Research published in "The Lancet" journal on Thursday found that people around the world are generally living longer, but are also spending longer periods of time battling illness and disability.
Theo Vos, a professor at the Institute of Health Metrics and Evaluation at the University of Washington who led the analysis, noted that great strides had been made in global health, particularly in the fight against infectious diseases such as HIV/AIDS and malaria.
"But now the challenge is to invest in finding more effective ways of preventing or treating the major causes of illness and disability," he said.
The researchers' main finding was that aggregated global life expectancy had risen by 6.2 years - from 65.3 in 1990 to 71.5 in 2013 when combining both sexes. For men, the figure stood at 68.8, compared with 74.3 for women. The study also published so-called HALE (Healthy Adult Life Expectancy) figures for all countries - the length of time somebody can hope to live without major illness or disability.
The study highlighted that changes over the 23-year period varied from country to country, but in most cases were "significant and positive."
The exceptions were Belize, Botswana and Syria, where healthy life expectancy - or years spent living without serious illness - saw no notable improvement. In some countries, including South Africa, Paraguay and Belarus, the outlook actually got worse.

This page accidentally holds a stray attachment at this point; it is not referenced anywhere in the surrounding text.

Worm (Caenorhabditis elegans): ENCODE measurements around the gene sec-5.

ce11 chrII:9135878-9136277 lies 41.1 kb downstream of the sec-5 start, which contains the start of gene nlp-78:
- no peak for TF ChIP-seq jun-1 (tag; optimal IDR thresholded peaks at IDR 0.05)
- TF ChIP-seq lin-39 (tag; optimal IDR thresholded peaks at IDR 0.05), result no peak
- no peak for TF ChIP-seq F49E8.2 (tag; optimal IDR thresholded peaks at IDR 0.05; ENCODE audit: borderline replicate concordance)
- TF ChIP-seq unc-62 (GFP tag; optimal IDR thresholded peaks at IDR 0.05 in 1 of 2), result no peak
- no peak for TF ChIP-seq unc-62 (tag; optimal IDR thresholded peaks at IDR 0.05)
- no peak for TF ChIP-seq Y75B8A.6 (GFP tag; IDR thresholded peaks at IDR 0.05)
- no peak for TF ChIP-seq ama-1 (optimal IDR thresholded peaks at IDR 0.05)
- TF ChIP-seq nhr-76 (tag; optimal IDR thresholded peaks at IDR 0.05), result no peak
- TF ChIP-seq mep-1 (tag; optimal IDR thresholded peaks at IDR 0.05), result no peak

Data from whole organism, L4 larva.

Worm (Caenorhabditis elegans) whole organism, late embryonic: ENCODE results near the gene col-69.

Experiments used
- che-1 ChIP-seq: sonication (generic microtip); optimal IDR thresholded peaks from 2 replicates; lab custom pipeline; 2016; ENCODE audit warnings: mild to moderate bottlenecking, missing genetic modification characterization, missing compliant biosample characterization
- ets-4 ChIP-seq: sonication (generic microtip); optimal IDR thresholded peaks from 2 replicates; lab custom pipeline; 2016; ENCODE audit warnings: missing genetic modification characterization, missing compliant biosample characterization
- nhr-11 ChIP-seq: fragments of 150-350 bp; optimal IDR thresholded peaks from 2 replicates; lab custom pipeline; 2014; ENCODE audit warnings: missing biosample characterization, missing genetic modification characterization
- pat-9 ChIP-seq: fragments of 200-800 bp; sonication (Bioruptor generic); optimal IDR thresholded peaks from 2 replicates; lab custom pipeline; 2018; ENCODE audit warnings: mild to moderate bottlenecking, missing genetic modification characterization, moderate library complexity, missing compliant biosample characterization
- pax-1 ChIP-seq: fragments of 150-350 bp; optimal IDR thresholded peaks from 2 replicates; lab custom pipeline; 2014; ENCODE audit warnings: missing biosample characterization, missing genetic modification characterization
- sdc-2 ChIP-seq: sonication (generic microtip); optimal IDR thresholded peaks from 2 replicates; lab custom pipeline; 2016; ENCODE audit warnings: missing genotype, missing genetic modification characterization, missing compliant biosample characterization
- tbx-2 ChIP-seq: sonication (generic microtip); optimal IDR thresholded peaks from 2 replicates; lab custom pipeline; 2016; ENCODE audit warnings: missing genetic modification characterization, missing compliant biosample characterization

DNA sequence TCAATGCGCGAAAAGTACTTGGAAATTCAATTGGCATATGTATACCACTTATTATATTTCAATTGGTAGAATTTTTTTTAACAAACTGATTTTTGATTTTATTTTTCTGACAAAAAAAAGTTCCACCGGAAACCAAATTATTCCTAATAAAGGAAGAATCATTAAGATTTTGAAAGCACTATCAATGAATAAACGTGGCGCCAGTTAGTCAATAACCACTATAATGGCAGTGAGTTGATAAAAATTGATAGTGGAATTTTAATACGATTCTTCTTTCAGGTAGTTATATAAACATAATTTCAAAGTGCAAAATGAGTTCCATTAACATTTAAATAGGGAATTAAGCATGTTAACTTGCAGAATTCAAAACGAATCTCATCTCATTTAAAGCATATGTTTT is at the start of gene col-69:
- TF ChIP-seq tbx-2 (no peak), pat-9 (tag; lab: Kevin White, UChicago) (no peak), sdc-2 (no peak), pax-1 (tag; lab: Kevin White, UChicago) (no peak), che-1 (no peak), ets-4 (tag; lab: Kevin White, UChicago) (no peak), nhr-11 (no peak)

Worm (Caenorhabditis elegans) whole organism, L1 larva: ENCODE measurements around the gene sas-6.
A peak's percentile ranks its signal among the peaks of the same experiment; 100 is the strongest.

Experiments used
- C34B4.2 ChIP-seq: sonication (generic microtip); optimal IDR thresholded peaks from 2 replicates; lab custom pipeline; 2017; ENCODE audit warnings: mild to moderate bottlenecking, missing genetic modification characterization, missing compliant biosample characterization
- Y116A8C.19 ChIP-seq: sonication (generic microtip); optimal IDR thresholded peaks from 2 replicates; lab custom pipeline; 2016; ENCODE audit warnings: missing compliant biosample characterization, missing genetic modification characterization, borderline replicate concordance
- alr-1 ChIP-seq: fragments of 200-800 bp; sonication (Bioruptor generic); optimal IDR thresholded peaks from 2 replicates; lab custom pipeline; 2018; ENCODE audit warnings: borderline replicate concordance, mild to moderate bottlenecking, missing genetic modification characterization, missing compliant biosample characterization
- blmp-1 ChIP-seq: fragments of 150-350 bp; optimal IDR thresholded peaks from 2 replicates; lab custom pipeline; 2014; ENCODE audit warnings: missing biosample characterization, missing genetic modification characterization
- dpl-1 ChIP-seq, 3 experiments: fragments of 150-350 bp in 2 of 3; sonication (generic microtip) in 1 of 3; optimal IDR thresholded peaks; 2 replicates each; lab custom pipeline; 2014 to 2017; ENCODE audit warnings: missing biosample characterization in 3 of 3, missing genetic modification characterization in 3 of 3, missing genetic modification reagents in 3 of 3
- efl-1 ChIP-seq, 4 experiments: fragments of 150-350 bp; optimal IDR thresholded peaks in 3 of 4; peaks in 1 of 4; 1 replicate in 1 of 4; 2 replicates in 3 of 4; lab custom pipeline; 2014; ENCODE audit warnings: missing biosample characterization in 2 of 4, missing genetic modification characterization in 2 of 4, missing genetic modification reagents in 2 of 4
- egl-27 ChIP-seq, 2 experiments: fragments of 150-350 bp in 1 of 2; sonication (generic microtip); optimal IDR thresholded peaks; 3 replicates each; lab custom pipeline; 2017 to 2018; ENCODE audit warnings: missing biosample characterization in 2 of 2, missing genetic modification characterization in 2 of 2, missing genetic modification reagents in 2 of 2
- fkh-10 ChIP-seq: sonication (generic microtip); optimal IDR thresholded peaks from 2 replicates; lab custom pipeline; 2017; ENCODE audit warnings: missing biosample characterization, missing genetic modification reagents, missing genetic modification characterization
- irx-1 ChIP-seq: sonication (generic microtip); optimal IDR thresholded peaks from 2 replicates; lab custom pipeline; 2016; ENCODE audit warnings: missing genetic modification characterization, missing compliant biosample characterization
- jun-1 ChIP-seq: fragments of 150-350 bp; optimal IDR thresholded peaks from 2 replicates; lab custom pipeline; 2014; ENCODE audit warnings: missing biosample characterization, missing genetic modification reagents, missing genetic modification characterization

For example, in Lesotho and Swaziland - both landlocked kingdoms within southern Africa - people born in 2013 could expect to live about 10 fewer healthy years than people born there 20 years earlier. Countries such as Nicaragua and Cambodia, on the other hand, saw dramatic increases of around 14 years.
Overall, Lesotho had the world's lowest healthy life expectancy, at 42 years. At the other end of the scale, Japan registered the highest healthy adult life expectancy, at just over 73 - with a life expectancy of over 83.
According to the study, Singapore, Andorra, Iceland, Cyprus, Israel, France, Italy, South Korea and Canada are among the other countries, after Japan, where people can expect to live longer, healthier lives. Germany's overall life expectency stood at 80.6 years, with a healthy life expectency of roughly 68.8 years.
The Bill and Melinda Gates Foundation funded the study.
nm/msh (Reuters, EFE)